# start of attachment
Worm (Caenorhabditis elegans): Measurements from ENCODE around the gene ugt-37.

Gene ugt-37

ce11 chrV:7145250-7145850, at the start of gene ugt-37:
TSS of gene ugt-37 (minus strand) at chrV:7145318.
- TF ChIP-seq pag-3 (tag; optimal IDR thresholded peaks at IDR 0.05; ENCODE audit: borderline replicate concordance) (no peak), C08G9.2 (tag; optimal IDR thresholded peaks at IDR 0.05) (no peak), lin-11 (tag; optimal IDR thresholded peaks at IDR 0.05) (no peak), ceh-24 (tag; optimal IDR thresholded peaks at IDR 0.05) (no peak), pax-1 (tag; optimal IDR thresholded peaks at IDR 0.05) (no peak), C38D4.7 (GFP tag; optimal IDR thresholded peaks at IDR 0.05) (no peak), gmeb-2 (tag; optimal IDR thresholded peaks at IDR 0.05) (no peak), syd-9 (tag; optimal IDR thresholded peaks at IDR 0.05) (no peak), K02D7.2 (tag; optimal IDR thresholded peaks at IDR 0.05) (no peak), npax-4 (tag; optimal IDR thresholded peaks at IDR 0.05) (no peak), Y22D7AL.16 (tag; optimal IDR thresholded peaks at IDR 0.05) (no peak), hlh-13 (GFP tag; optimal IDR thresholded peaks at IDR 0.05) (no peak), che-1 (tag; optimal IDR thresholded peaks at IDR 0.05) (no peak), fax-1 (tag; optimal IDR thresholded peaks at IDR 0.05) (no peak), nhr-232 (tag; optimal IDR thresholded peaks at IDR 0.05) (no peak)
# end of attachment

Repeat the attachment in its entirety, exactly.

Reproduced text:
Worm (Caenorhabditis elegans): Measurements from ENCODE around the gene ugt-37.

Gene ugt-37

ce11 chrV:7145250-7145850, at the start of gene ugt-37:
TSS of gene ugt-37 (minus strand) at chrV:7145318.
- TF ChIP-seq pag-3 (tag; optimal IDR thresholded peaks at IDR 0.05; ENCODE audit: borderline replicate concordance) (no peak), C08G9.2 (tag; optimal IDR thresholded peaks at IDR 0.05) (no peak), lin-11 (tag; optimal IDR thresholded peaks at IDR 0.05) (no peak), ceh-24 (tag; optimal IDR thresholded peaks at IDR 0.05) (no peak), pax-1 (tag; optimal IDR thresholded peaks at IDR 0.05) (no peak), C38D4.7 (GFP tag; optimal IDR thresholded peaks at IDR 0.05) (no peak), gmeb-2 (tag; optimal IDR thresholded peaks at IDR 0.05) (no peak), syd-9 (tag; optimal IDR thresholded peaks at IDR 0.05) (no peak), K02D7.2 (tag; optimal IDR thresholded peaks at IDR 0.05) (no peak), npax-4 (tag; optimal IDR thresholded peaks at IDR 0.05) (no peak), Y22D7AL.16 (tag; optimal IDR thresholded peaks at IDR 0.05) (no peak), hlh-13 (GFP tag; optimal IDR thresholded peaks at IDR 0.05) (no peak), che-1 (tag; optimal IDR thresholded peaks at IDR 0.05) (no peak), fax-1 (tag; optimal IDR thresholded peaks at IDR 0.05) (no peak), nhr-232 (tag; optimal IDR thresholded peaks at IDR 0.05) (no peak)